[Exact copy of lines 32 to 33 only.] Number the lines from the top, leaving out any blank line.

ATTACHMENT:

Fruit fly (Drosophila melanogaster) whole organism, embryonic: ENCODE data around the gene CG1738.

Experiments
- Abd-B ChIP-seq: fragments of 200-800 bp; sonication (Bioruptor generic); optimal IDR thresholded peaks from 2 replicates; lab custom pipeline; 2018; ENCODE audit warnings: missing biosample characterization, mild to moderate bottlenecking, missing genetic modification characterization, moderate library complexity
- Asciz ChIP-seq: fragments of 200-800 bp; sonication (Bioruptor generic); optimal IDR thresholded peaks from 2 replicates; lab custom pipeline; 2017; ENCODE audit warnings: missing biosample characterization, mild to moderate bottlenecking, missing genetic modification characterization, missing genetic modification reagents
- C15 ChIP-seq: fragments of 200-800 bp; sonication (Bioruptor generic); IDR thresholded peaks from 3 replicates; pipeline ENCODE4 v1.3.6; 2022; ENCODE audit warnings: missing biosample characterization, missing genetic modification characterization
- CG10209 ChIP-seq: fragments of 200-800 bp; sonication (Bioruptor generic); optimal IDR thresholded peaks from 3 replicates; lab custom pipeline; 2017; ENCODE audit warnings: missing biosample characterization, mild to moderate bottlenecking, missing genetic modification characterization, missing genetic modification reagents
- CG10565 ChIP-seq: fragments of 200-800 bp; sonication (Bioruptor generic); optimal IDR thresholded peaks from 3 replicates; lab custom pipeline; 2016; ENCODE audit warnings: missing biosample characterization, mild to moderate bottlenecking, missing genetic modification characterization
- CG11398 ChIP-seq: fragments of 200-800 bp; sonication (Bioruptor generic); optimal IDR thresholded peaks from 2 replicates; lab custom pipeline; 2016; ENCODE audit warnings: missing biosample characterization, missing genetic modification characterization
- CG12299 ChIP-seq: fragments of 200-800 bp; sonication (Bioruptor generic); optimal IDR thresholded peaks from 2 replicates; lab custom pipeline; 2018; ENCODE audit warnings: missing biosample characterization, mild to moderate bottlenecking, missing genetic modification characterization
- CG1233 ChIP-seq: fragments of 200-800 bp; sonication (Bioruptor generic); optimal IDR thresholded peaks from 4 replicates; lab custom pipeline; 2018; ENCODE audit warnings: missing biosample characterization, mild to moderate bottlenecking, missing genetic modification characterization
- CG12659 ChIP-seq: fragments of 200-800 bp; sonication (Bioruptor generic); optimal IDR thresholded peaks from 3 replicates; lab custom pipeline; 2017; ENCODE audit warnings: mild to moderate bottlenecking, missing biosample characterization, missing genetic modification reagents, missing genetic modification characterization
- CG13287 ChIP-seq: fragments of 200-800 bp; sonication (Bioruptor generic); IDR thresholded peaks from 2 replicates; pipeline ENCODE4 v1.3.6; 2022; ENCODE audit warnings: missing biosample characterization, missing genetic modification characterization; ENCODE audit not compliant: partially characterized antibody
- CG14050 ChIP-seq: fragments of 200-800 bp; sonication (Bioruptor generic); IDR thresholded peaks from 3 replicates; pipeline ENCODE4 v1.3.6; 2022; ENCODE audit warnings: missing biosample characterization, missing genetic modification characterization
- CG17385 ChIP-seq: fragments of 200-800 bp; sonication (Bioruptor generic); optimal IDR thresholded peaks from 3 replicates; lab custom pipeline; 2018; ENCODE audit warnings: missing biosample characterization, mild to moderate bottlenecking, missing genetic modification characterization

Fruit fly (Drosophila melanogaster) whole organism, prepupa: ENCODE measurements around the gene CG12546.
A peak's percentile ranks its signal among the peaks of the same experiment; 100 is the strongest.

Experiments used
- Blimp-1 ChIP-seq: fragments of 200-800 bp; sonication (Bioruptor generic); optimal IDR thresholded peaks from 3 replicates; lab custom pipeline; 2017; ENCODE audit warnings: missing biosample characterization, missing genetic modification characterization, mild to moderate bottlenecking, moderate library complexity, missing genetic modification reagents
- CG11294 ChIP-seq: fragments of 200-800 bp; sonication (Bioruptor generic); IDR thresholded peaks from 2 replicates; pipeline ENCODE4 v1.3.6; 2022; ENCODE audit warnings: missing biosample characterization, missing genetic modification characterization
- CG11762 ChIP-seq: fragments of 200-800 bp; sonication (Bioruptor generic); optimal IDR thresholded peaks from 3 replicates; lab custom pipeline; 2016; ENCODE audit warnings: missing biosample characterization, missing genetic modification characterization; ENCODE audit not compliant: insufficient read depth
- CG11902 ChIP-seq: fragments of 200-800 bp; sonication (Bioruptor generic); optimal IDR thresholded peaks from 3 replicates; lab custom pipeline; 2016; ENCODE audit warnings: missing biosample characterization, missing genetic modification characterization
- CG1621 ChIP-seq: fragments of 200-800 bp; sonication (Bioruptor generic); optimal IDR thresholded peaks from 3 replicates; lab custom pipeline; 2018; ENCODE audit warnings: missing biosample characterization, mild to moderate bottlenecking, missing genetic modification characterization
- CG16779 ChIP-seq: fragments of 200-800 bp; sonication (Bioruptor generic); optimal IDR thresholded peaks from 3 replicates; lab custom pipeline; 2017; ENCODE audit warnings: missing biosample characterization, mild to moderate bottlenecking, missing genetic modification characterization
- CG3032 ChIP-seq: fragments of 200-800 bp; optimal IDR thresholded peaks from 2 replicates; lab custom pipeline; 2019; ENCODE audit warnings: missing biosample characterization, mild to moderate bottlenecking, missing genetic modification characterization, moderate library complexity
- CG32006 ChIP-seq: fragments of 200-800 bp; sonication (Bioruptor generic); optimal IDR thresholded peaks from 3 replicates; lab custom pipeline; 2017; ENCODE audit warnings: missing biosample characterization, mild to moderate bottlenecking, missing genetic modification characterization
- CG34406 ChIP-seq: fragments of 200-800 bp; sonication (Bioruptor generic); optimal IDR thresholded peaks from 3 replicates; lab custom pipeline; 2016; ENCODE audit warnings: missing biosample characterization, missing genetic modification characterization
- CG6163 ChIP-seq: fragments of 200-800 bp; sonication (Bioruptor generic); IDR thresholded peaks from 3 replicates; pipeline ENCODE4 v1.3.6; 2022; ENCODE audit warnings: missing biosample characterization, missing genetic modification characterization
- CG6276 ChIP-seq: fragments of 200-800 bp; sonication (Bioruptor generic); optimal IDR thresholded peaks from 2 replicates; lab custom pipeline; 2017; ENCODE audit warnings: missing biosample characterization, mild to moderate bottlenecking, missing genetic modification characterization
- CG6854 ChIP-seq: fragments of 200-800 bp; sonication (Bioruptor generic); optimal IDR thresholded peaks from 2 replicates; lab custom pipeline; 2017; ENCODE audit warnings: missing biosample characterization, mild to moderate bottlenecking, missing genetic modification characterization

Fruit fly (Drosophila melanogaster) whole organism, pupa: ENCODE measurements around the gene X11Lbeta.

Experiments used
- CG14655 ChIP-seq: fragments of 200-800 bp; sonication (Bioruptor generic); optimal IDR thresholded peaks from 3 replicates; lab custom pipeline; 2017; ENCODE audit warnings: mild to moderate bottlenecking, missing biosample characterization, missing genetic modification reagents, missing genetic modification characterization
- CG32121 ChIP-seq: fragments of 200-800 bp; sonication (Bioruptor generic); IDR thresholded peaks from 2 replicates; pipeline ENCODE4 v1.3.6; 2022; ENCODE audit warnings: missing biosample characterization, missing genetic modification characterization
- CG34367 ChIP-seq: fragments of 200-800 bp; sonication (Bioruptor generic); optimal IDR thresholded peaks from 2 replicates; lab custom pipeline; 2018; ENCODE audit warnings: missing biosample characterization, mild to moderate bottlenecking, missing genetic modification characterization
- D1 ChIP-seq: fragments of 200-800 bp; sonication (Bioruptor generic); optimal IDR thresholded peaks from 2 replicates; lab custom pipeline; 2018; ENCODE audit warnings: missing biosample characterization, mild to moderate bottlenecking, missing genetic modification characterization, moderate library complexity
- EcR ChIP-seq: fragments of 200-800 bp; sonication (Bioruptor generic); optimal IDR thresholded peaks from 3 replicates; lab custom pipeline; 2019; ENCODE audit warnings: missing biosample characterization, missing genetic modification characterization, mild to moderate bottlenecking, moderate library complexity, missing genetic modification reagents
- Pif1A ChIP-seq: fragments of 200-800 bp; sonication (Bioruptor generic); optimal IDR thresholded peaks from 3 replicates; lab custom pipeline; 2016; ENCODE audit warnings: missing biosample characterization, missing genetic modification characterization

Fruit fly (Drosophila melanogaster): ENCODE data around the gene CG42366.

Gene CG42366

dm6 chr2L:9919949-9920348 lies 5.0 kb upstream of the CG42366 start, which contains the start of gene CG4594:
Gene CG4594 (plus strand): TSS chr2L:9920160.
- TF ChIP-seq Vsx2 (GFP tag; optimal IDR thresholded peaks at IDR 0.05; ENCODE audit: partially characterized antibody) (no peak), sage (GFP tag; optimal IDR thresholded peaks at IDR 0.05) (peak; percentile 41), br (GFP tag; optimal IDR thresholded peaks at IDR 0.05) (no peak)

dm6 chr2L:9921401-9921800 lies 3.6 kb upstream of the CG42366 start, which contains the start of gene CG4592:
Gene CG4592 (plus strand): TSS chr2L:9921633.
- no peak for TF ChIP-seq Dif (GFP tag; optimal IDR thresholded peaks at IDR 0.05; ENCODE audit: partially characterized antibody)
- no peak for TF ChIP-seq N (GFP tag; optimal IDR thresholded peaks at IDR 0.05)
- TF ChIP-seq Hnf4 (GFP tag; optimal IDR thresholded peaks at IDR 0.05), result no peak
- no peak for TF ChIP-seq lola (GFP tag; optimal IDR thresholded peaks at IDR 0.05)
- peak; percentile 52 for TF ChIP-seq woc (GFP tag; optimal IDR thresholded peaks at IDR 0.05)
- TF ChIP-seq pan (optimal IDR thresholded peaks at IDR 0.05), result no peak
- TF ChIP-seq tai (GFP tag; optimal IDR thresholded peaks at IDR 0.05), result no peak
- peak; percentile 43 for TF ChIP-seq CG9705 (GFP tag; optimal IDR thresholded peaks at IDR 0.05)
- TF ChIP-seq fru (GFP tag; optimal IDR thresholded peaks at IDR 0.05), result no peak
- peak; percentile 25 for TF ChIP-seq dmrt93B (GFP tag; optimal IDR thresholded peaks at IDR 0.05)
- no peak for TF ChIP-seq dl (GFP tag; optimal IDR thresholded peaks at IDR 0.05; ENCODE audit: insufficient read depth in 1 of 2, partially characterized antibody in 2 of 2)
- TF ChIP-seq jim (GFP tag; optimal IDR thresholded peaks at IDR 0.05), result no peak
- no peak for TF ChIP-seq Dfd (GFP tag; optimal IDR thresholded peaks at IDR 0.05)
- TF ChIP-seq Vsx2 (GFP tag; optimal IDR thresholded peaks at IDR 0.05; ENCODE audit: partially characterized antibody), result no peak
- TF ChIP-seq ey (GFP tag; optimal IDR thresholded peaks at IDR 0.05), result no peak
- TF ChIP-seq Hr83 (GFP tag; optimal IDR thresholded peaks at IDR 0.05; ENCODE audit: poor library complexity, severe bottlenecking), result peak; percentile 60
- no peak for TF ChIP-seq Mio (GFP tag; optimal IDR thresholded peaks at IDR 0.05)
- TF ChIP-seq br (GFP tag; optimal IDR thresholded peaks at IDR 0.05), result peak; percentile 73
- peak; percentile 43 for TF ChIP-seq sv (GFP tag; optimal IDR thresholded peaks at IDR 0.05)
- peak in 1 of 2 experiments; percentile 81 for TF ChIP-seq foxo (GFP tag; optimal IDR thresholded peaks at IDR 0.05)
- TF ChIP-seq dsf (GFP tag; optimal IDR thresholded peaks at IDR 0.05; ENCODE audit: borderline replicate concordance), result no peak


- CG14655 ChIP-seq: fragments of 200-800 bp; sonication (Bioruptor generic); optimal IDR thresholded peaks from 3 replicates; lab custom pipeline; 2017; ENCODE audit warnings: mild to moderate bottlenecking, missing biosample characterization, missing genetic modification reagents, missing genetic modification characterization
- CG32121 ChIP-seq: fragments of 200-800 bp; sonication (Bioruptor generic); IDR thresholded peaks from 2 replicates; pipeline ENCODE4 v1.3.6; 2022; ENCODE audit warnings: missing biosample characterization, missing genetic modification characterization